Solar energy is breaking power generation records in CaliforniaApril 11, 2017
Solar energy continues to make progress in California
A recent report from the U.S. Energy Information Administration (EIA) shows that on March 11 of this year, utility-scale solar energy accounted for 40% of electricity generated in California. The EIA estimates that when residential and commercial solar energy production is factored in, solar may have provided more than 50% of the state’s electricity generated on March 11. Solar energy production had an impact on the price of wholesale electricity, driving down rates by a significant degree.
Clean energy is helping reduce the cost of electricity
According to the EIA, solar accounted for the largest drop in energy prices than any other form of clean power. In many parts of the state, solar energy is less expensive than other forms of clean power, including wind and coal. The adoption of solar energy is likely to accelerate in the coming years, as the cost of photovoltaic technology continues to fall. The demand for solar energy has become quite strong in the residential sector, where homeowners are expressing eagerness to make use of clean forms of power.
Curtailment is a challenge that solar energy faces in California
While solar energy has been experiencing impressive growth in California, it is facing major challenges in the state. Typically, solar power systems are susceptible to “curtailment.” During hours of peak demand for electricity, solar power systems are often shut off, preventing them from generating a great deal of electrical power. Curtailment is a relatively common practice, as California needs to manage the flow of electricity into its energy grid.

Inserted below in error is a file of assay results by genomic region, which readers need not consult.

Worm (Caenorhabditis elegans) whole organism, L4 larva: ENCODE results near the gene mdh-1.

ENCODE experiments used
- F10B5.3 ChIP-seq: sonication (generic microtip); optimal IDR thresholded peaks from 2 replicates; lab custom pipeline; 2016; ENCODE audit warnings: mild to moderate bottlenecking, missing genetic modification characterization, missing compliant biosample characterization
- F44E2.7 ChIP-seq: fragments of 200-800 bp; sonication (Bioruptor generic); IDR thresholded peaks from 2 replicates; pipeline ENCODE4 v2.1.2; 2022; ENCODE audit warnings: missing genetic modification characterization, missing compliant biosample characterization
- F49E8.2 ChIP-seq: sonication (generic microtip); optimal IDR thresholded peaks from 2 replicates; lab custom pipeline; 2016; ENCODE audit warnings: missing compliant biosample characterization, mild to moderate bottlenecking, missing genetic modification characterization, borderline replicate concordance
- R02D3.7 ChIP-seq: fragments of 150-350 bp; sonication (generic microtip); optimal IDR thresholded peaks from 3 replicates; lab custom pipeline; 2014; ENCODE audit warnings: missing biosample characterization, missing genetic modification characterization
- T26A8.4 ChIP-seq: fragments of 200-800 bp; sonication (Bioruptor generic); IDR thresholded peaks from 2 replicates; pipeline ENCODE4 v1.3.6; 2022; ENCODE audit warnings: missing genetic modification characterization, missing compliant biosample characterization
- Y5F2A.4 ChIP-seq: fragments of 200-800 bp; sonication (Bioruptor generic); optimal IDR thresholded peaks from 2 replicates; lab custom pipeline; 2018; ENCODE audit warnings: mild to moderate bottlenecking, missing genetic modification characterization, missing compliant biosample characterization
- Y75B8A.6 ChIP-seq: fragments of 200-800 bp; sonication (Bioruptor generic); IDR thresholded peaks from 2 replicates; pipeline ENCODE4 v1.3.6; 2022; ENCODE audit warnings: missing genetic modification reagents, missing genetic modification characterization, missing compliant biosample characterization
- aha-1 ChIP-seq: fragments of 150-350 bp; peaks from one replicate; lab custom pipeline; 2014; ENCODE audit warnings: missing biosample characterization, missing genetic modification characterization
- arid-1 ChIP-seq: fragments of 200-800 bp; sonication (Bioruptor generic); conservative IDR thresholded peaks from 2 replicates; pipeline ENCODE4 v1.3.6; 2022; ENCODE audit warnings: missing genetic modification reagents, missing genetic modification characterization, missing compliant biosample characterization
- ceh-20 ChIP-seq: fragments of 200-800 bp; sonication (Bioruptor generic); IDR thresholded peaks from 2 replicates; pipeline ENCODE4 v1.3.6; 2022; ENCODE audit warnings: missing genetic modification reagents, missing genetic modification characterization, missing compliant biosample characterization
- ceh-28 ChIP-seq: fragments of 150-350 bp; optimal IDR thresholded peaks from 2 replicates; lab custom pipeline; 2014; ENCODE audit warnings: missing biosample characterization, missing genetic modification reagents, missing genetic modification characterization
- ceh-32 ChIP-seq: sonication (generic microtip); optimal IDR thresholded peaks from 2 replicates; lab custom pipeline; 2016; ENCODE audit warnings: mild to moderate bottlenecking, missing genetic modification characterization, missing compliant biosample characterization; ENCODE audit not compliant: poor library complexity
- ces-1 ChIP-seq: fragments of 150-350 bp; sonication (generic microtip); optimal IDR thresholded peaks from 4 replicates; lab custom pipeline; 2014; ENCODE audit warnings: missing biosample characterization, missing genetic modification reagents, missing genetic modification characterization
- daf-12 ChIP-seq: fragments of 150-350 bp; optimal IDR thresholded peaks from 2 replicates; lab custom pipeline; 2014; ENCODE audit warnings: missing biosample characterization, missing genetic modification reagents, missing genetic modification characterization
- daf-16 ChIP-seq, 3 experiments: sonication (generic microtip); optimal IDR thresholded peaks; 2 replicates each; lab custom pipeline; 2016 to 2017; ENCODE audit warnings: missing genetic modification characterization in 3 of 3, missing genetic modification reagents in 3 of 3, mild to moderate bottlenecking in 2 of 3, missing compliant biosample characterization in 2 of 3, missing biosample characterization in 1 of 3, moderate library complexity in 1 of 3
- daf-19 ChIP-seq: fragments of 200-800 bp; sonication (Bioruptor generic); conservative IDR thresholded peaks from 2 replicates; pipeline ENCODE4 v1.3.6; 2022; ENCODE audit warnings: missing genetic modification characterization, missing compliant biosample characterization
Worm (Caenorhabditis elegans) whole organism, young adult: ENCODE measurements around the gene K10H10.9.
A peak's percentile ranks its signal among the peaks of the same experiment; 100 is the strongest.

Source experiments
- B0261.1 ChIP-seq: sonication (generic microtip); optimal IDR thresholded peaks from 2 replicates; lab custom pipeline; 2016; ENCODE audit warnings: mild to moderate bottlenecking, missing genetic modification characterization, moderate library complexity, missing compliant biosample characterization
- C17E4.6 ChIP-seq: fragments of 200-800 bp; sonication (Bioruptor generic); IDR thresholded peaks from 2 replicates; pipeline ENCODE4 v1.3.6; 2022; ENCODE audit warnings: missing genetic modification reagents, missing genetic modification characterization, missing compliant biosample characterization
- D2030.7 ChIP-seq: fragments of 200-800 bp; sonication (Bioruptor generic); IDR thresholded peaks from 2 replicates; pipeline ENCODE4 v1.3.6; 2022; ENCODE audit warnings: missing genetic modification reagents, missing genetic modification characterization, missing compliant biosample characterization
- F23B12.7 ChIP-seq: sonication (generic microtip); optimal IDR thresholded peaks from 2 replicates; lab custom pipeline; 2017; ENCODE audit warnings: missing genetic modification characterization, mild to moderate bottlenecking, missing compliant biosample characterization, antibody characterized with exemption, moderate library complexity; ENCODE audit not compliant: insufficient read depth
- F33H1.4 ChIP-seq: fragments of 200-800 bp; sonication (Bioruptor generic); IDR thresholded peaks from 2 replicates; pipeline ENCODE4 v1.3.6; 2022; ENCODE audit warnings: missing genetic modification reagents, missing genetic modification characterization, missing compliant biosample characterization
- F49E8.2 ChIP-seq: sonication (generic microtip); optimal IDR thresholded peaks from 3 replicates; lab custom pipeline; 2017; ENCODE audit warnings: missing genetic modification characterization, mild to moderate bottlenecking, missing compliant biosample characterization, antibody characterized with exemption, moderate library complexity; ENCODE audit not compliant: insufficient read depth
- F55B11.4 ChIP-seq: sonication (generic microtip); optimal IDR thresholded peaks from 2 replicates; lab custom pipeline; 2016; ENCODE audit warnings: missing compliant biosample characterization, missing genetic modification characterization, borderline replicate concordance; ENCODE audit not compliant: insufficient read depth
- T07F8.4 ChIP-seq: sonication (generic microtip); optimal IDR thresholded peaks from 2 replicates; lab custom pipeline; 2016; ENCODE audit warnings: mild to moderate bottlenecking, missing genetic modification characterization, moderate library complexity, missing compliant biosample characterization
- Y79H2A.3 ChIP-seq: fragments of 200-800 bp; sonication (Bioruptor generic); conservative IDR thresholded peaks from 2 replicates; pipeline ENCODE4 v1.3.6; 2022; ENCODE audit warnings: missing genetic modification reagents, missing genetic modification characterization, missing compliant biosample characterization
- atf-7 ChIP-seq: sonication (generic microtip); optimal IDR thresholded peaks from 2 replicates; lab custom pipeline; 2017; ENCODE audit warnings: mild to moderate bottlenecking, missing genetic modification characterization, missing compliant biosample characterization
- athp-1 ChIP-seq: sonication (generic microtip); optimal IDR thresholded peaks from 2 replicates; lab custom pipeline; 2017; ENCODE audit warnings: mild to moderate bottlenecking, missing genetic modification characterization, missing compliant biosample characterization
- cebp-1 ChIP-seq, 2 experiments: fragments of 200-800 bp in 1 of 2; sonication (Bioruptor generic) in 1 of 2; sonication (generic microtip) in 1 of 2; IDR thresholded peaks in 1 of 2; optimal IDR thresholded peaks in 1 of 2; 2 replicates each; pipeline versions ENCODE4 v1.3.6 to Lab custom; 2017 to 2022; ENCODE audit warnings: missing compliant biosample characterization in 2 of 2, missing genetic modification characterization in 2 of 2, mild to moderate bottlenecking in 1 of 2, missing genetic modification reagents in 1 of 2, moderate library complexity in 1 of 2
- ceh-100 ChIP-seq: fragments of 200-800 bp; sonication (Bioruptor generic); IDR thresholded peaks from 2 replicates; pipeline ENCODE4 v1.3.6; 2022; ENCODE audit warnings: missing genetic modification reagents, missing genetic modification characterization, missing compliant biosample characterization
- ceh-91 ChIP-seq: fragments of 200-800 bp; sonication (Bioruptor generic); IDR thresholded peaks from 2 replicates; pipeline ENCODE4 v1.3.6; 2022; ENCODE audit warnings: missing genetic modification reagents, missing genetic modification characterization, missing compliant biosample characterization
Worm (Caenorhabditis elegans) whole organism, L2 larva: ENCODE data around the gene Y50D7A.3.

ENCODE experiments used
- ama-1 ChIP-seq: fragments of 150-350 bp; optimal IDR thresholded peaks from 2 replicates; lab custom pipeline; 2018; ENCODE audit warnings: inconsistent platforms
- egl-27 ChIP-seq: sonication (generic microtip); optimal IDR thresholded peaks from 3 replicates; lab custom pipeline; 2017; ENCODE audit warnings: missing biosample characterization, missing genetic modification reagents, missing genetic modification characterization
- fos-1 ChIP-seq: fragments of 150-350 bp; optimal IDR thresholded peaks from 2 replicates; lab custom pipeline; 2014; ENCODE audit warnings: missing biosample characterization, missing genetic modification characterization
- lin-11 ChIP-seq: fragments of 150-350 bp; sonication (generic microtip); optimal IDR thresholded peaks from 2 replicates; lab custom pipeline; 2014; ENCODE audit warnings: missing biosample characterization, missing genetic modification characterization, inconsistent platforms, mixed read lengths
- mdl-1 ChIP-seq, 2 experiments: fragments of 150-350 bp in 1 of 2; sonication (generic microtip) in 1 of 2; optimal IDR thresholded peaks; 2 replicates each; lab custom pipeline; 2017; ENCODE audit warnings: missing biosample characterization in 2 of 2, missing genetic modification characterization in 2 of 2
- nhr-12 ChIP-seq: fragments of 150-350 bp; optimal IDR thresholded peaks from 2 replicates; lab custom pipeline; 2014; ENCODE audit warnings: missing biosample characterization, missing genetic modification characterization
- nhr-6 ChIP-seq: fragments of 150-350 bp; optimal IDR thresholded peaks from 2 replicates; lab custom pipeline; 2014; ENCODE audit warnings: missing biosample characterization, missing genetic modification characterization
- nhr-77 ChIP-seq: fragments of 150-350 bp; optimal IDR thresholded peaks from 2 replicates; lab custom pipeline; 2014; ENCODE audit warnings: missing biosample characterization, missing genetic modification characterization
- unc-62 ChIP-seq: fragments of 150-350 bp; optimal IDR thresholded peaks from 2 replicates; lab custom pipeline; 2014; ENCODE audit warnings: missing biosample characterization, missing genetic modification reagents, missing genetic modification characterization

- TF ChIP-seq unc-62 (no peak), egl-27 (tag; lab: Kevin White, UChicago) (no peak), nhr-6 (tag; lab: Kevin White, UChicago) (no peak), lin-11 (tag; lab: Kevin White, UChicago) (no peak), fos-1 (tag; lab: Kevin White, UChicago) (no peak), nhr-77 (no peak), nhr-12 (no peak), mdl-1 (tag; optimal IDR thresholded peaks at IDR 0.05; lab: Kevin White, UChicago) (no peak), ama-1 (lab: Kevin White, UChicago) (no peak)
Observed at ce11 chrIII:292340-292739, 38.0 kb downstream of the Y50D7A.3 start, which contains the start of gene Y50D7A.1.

Companies are working to break into the solar market
California has broken several solar energy production records in the past and solar power is likely to continue seeing strong growth in the state, despite some challenges. As the solar energy market continues to grow, more companies are breaking into the sector. One such company is Tesla, which recently acquired its sister company, SolarCity. Together, these two companies are working to provide new solar solutions to consumers in California and elsewhere.